You are highlighting the real problem with the leave it to the states argument. The reality is that marriage in the US has three components that I can think of off top my head- it’s about what happens in a state, what happens between states and federal rights. All three are what happened when say a Britney Spears got married in Las Vegas that time or any other run of the mill heteromarriage happens. They obtain rights not just in their state of which they were married but in every other state in the union. That’s why civil unions and domestic partnerships, and indeed, any marriage laws that are bound to one state are a problem- they won’t protect you say in a state that says as a matter of public policy you can’t get that inheritance that includes land in Georgia because Georgia doesn’t recognize your marriage from MA. It’s these kinds of issues which leave me pessimistic as to seeing full marriage for gays in our life times. Hell, these places are still fighting over issues like the confederate flag.

      May 16, 2007 at 10:47 am · @ReplyReply to this comment ·
    • katelyn
      katelyn

      this f***** sucks

      May 16, 2007 at 11:54 am · @ReplyReply to this comment ·
    • vernacular fairy
      vernacular fairy

      Leap hole?

      Loophole, darling, loophole. :)

      May 16, 2007 at 12:33 pm · @ReplyReply to this comment ·
    • divajean
      divajean

      I get so freakin frustrated!

      So now- because my partner & I “knew” that having a ceremony in Massachusetts wouldn’t carry back to NY State and didn’t go have a ceremony 2 years ago- we’ll not be entitled to be considered married?!?

      And meanwhile NY State employees who are married anywhere its legal (even Massachusetts, Canada) will be considered married (if it happens by the end of the month )and entitled to state benefits for their partner, can joint file state taxes, etc.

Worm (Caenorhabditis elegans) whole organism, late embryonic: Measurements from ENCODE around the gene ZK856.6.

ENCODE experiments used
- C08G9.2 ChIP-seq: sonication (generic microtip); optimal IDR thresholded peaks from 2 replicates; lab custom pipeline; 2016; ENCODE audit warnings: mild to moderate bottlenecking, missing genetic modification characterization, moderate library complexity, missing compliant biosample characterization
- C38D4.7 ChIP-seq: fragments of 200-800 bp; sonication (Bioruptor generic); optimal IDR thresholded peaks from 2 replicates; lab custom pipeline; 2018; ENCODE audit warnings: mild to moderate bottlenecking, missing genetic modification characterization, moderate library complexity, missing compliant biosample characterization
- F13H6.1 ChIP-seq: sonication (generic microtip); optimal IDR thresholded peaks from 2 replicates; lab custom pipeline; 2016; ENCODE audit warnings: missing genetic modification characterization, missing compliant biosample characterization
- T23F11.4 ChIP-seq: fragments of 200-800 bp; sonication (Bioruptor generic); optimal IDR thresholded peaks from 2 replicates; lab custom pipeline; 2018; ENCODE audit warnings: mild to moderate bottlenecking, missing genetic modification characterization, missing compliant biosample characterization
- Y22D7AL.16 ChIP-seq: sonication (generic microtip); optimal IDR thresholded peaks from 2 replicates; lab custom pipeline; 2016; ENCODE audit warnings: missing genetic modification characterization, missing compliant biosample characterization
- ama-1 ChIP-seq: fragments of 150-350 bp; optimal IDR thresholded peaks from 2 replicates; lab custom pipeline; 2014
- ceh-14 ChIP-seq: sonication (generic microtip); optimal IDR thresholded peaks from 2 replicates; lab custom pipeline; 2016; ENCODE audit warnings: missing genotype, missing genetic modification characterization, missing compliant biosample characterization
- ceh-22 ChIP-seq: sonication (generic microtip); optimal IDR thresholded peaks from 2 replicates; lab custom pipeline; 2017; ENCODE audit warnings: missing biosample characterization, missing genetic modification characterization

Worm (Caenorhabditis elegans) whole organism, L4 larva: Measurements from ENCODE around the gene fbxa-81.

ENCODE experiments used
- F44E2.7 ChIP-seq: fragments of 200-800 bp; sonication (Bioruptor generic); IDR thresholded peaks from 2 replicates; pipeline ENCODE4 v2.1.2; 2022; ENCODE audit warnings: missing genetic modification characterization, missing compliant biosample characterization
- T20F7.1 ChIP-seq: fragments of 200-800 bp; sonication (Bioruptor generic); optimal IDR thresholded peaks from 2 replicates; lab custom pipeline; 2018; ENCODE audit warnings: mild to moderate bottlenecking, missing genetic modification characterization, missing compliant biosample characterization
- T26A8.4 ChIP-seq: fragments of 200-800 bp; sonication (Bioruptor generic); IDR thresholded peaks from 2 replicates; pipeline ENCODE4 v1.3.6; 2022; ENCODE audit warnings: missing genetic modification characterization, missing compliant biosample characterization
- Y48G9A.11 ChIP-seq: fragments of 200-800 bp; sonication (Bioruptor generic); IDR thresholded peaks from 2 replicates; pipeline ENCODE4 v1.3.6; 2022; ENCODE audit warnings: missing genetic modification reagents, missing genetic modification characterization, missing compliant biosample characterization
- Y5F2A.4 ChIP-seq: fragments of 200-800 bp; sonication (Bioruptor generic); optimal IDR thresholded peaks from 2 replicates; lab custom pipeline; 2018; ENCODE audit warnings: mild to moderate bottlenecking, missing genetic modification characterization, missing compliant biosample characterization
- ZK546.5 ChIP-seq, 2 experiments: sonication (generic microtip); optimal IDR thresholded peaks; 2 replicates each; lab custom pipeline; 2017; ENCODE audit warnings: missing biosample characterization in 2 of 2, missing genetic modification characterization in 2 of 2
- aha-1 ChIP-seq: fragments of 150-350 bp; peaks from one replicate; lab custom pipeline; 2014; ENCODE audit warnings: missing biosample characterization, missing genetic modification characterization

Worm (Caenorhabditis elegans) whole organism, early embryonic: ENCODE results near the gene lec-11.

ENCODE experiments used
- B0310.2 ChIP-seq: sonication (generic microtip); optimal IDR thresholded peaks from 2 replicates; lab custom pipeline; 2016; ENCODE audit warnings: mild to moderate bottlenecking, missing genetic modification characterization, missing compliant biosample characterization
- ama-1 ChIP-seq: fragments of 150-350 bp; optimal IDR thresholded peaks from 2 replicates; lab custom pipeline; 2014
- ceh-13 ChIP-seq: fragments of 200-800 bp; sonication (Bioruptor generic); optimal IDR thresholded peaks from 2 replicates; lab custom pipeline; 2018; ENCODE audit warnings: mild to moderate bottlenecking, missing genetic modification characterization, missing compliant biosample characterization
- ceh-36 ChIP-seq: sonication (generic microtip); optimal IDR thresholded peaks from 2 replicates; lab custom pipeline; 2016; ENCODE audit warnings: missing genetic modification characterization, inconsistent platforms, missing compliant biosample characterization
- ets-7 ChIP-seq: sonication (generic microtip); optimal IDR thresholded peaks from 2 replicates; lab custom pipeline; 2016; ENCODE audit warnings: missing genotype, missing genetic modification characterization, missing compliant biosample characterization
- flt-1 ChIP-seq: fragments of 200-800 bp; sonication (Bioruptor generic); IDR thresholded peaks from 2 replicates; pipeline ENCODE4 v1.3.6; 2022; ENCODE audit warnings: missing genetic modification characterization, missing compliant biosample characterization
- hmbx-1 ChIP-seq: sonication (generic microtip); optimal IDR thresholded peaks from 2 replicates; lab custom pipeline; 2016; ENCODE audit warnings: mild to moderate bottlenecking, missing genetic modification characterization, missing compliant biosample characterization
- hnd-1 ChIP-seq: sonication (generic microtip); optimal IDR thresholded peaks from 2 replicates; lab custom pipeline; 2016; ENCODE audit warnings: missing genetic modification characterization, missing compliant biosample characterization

I am now officially a third class citizen of NY State. Thanks a lot Governor Spitzer.

      May 16, 2007 at 3:02 pm · @ReplyReply to this comment ·
    • akaison
      akaison

      I even hate to ask- but under what reality is this Spitzer’s fault? He was AG- which means he enforces rather than make the law. Do you understand the difference?

      May 16, 2007 at 3:09 pm · @ReplyReply to this comment ·
    • Keith
      Keith

      “Further, by having two sets of legal standards, isn’t New York just undermining its own legislative authority?”

      Yes. Absolutely. 100%. IMHO, it opens up a perfect challenge point which will allow the judicial system to strike DOMA from the record.

      May 16, 2007 at 7:39 pm · @ReplyReply to this comment ·
    • John
      John

      I’m guessing the conservative justices on the NYS Court of Appeals didn’t see this one coming. Who could’ve imagined that a ruling from a lowly family court judge in Massachusetts could undermine their carefully crafted scheme to deny gay couples any legal rights whatsoever.

      But, in all seriousness, these sort of conflicts will only intensify in the coming years.

      Already, we have that child custody case involing two states with vastly different laws. Remember that ex-lesbian who “kidnapped” her child and ran off to Virginia? She argues that her defiance of a Vermont court order to allow her former partner visitation is perfectly legal because Virginia bans all same-sex unions. Had the Virginia courts not backed down at the last minute, it would’ve created a major problem.

      Now, can you imagine the bitter legal battles that will inevitably ensue when a California judge orders a division of assets as part of a DP dissolution order…only to have them move all their assets to anti-gay Texas, and thus, out of reach of a California court?

      This is all just a powderkeg waiting to blow up in the U.S. Supreme Court’s face.

      May 17, 2007 at 2:28 am · @ReplyReply to this comment ·